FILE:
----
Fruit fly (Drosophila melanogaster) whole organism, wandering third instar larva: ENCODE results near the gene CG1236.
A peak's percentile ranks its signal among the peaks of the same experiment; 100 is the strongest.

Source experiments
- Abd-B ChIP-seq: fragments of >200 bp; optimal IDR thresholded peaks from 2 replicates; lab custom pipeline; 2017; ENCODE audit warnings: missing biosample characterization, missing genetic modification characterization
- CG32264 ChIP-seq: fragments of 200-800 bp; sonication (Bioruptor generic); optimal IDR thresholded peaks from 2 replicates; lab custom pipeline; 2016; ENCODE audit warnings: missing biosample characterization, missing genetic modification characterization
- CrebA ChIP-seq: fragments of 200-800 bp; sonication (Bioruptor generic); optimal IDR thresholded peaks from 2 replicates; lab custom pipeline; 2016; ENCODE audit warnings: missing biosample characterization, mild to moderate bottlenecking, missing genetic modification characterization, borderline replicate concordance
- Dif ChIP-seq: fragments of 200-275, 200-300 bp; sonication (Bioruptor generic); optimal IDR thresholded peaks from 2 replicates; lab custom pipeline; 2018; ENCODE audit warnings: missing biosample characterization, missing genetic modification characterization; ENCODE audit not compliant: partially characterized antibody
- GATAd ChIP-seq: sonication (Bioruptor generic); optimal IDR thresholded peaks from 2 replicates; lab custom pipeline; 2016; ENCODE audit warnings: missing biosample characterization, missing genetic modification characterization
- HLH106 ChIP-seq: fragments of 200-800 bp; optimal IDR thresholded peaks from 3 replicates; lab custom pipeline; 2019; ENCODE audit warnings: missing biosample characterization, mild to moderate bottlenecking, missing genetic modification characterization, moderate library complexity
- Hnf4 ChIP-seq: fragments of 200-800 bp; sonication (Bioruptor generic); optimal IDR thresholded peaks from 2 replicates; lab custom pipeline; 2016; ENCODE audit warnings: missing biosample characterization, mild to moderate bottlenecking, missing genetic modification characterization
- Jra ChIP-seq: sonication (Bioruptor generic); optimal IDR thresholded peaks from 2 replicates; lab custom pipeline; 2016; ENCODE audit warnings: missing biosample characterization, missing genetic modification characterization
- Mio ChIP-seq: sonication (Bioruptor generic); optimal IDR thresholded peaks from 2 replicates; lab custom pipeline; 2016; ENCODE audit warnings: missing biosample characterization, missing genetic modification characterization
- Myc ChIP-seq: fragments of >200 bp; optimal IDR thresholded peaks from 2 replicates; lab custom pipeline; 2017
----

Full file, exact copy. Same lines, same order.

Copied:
Fruit fly (Drosophila melanogaster) whole organism, wandering third instar larva: ENCODE results near the gene CG1236.
A peak's percentile ranks its signal among the peaks of the same experiment; 100 is the strongest.

Source experiments
- Abd-B ChIP-seq: fragments of >200 bp; optimal IDR thresholded peaks from 2 replicates; lab custom pipeline; 2017; ENCODE audit warnings: missing biosample characterization, missing genetic modification characterization
- CG32264 ChIP-seq: fragments of 200-800 bp; sonication (Bioruptor generic); optimal IDR thresholded peaks from 2 replicates; lab custom pipeline; 2016; ENCODE audit warnings: missing biosample characterization, missing genetic modification characterization
- CrebA ChIP-seq: fragments of 200-800 bp; sonication (Bioruptor generic); optimal IDR thresholded peaks from 2 replicates; lab custom pipeline; 2016; ENCODE audit warnings: missing biosample characterization, mild to moderate bottlenecking, missing genetic modification characterization, borderline replicate concordance
- Dif ChIP-seq: fragments of 200-275, 200-300 bp; sonication (Bioruptor generic); optimal IDR thresholded peaks from 2 replicates; lab custom pipeline; 2018; ENCODE audit warnings: missing biosample characterization, missing genetic modification characterization; ENCODE audit not compliant: partially characterized antibody
- GATAd ChIP-seq: sonication (Bioruptor generic); optimal IDR thresholded peaks from 2 replicates; lab custom pipeline; 2016; ENCODE audit warnings: missing biosample characterization, missing genetic modification characterization
- HLH106 ChIP-seq: fragments of 200-800 bp; optimal IDR thresholded peaks from 3 replicates; lab custom pipeline; 2019; ENCODE audit warnings: missing biosample characterization, mild to moderate bottlenecking, missing genetic modification characterization, moderate library complexity
- Hnf4 ChIP-seq: fragments of 200-800 bp; sonication (Bioruptor generic); optimal IDR thresholded peaks from 2 replicates; lab custom pipeline; 2016; ENCODE audit warnings: missing biosample characterization, mild to moderate bottlenecking, missing genetic modification characterization
- Jra ChIP-seq: sonication (Bioruptor generic); optimal IDR thresholded peaks from 2 replicates; lab custom pipeline; 2016; ENCODE audit warnings: missing biosample characterization, missing genetic modification characterization
- Mio ChIP-seq: sonication (Bioruptor generic); optimal IDR thresholded peaks from 2 replicates; lab custom pipeline; 2016; ENCODE audit warnings: missing biosample characterization, missing genetic modification characterization
- Myc ChIP-seq: fragments of >200 bp; optimal IDR thresholded peaks from 2 replicates; lab custom pipeline; 2017